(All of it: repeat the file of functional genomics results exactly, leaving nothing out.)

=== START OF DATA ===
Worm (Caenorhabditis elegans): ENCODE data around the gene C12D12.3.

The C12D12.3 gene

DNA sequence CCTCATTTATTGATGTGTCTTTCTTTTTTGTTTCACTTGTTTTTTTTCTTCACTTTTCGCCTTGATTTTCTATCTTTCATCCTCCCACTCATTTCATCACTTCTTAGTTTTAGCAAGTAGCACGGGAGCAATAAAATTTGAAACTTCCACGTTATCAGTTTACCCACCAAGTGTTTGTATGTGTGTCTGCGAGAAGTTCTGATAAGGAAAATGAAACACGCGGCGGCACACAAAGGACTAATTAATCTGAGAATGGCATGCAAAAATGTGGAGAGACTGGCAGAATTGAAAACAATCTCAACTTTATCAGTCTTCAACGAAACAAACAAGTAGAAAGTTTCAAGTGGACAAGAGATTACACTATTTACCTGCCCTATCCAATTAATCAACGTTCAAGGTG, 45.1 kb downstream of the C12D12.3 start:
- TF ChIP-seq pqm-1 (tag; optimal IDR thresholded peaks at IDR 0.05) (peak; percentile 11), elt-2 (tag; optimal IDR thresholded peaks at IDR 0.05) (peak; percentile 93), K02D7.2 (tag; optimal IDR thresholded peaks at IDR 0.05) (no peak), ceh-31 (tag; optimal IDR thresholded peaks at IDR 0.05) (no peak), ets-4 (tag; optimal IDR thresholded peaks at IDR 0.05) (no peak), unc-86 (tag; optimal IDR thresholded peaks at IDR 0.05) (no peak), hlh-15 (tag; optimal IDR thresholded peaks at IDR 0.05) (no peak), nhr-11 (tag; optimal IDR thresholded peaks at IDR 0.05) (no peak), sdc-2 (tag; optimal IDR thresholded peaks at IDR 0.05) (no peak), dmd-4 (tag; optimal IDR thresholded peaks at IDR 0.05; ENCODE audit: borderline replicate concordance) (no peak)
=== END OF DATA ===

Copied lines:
Worm (Caenorhabditis elegans): ENCODE data around the gene C12D12.3.

The C12D12.3 gene

DNA sequence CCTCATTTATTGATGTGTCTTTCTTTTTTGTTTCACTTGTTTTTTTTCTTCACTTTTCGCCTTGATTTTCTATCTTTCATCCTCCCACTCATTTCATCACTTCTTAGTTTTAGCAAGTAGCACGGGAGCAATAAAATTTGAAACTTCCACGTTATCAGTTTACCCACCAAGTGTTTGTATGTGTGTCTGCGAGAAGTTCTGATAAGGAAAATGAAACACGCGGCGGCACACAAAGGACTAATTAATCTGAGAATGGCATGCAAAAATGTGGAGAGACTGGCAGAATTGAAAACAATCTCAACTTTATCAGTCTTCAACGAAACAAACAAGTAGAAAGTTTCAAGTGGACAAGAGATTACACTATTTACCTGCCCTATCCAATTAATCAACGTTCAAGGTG, 45.1 kb downstream of the C12D12.3 start:
- TF ChIP-seq pqm-1 (tag; optimal IDR thresholded peaks at IDR 0.05) (peak; percentile 11), elt-2 (tag; optimal IDR thresholded peaks at IDR 0.05) (peak; percentile 93), K02D7.2 (tag; optimal IDR thresholded peaks at IDR 0.05) (no peak), ceh-31 (tag; optimal IDR thresholded peaks at IDR 0.05) (no peak), ets-4 (tag; optimal IDR thresholded peaks at IDR 0.05) (no peak), unc-86 (tag; optimal IDR thresholded peaks at IDR 0.05) (no peak), hlh-15 (tag; optimal IDR thresholded peaks at IDR 0.05) (no peak), nhr-11 (tag; optimal IDR thresholded peaks at IDR 0.05) (no peak), sdc-2 (tag; optimal IDR thresholded peaks at IDR 0.05) (no peak), dmd-4 (tag; optimal IDR thresholded peaks at IDR 0.05; ENCODE audit: borderline replicate concordance) (no peak)